* SocGen to take over Newedge, sell 5 pct of Amundi
* C.Agricole refused EU Euribor probe settlement -CEO
* SocGen sets aside 700 mln in litigation provisions
* SocGen Q3 net 534 mln euros vs f'cast 674.9 mln
* Agricole Q3 net 728 mln euros vs f'cast 483.6 mln
By Lionel Laurent and Matthias Blamont
PARIS, Nov 7 French banks Societe Generale
and Credit Agricole have agreed an asset
swap designed to help narrow their business focus, part of
efforts to improve their investor appeal in a tough economic and
Like many lenders across Europe, both banks are under
pressure to find new strategies to cut costs and better compete
for market share as new curbs on risk taking hike the cost of
doing business and as a fragile recovery at home saps revenue.
They are also battling the legal and regulatory fallout from
the financial crisis, with Agricole pledging to fight any
accusation by the European Commission that it had colluded to
rig benchmark interest rates.
"I refused the notion of a deal that would have constituted
a recognition of responsibility," Chief Executive Jean-Paul
Brussels is expected to fine banks billions of euros next
month for allegedly operating like a cartel to manipulate
benchmark interest rates, Reuters reported this week, with both
Agricole and SocGen expected to be hit.
SocGen said it had set aside 700 million euros in provisions
for litigation issues without specifying which ones. The bank
declined to comment on a possible European fine.
The asset swap, unveiled on Thursday alongside quarterly
results, will involve SocGen buying its smaller rival's 50
percent stake in brokerage Newedge for 275 million euros ($372
million), while Agricole will buy 5 percent of their
asset-management venture Amundi for 337.5 million.
This would leave SocGen with all of Newedge, which offers
greater exposure to foreign-exchange and commodities markets,
and Credit Agricole with 80 percent of Amundi.
It would also sharpen differences between
investment-banking-focused SocGen and its 119-year-old
semi-cooperative rival, which since the 2008 financial crisis
has been retreating from trading and brokerage activities to
focus on more traditional retail banking and insurance.
"It's positive for Credit Agricole, which derives 40 percent
of revenue from insurance and asset management and which has
been pulling back from trading and derivatives," said Yannick
Naud, a portfolio manager at Glendevon King, who does not hold
shares in either bank.
"For SocGen, there will be synergies as well. The French
banks are becoming more and more different from one another."
Agricole's strategy may have paid off in the third quarter,
when it swung to a profit of 728 million euros from a 2.85
billion year-ago loss on the back of a painful exit from the
crisis-hit Greek market.
SocGen shares were up 4 pct and Credit Agricole was up 5.5
pct, extending their gains on back of the European Central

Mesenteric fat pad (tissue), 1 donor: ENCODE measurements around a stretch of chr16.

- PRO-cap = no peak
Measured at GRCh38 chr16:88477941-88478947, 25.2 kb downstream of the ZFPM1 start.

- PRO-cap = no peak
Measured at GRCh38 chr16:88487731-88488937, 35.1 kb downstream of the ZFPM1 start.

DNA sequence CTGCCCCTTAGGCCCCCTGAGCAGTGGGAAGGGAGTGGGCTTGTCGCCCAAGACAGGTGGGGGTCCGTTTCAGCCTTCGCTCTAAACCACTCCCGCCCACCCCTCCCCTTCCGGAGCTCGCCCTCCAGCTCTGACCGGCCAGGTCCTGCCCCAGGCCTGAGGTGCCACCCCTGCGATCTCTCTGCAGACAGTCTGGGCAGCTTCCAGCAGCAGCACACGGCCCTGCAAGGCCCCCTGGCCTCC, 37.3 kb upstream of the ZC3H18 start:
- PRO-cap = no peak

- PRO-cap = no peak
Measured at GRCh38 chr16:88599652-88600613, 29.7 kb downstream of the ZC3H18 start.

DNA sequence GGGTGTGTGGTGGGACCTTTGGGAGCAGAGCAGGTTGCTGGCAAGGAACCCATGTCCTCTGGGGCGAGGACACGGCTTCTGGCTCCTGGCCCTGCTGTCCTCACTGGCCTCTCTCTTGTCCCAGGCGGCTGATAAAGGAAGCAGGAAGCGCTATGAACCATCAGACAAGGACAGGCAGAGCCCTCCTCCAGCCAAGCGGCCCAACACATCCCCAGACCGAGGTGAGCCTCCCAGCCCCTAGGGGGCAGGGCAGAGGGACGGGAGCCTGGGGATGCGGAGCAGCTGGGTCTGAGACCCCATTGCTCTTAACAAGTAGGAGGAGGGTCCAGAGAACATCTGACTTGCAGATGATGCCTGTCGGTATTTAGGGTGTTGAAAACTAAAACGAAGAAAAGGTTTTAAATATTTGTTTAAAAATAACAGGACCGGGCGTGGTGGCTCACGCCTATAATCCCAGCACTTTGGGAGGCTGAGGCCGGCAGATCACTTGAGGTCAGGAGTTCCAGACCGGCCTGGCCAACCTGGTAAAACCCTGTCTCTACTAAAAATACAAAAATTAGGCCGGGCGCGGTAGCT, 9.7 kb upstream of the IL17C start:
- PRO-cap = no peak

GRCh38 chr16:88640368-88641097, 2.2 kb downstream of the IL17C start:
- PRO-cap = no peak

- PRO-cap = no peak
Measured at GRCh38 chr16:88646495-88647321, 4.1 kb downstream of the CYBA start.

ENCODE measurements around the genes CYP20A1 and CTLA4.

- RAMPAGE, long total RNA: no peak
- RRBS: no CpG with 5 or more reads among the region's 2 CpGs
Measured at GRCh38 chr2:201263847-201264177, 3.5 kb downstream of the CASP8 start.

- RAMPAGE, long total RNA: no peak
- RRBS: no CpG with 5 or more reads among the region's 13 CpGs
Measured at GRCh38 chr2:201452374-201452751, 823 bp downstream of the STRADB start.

Bank's surprise rate cut.
But the bank also said it would push back a planned investor
day from later this year to March 2014, signaling potential
uncertainty ahead for investors as the European Central Bank
begins its health check of the region's lenders.
"While the investor day could bring even bigger changes,
expectations are being delayed," Citigroup analysts wrote in a
note to clients.
SocGen, which is retreating from areas such as
asset-gathering and which according to trade union sources is
planning up to 375 job cuts in its custody business, saw
quarterly profit jump more than fivefold to 534 million euros.
Analysts had expected profit closer to 674.9 million for
SocGen and 483.6 million for Agricole, according to the average
of forecasts compiled by Thomson Reuters I/B/E/S.
Smaller rival Natixis reported a 38 percent rise
in third-quarter profit on Wednesday as cost savings and robust
capital-markets trade offset economic weakness. BNP Paribas
, France's No. 1 bank, last week also reported a rise
in net income after cost cuts.
BNP also said it had made a non-binding offer for Polish
bank BGZ without giving a price.
Reuters first reported SocGen's plan to take over Newedge in
June. SocGen had previously sought to exit the unit as part of a
drive to strengthen its balance sheet, but a lack of buyers
pushed it to think up new ways of integrating it.
Agricole has already sold its other brokerage brands CLSA
and Cheuvreux as well as assets including its stake in Spain's
Bankinter in a bid to improve balance-sheet strength.
Agricole, which has lower capital ratios than rivals and its
own parent network of regional cooperative banks, is targeting a
Basel III core Tier 1 ratio of over 9.5 percent by end-2015. The
bank said its ratio would improve as a result of the Newedge
SocGen said it expected its capital ratio to fall by 10
basis points after the Newedge deal. It reached a Basel III
ratio of 9.9 percent at end-September and said it expected a
dividend payout ratio of around 25 percent of profits.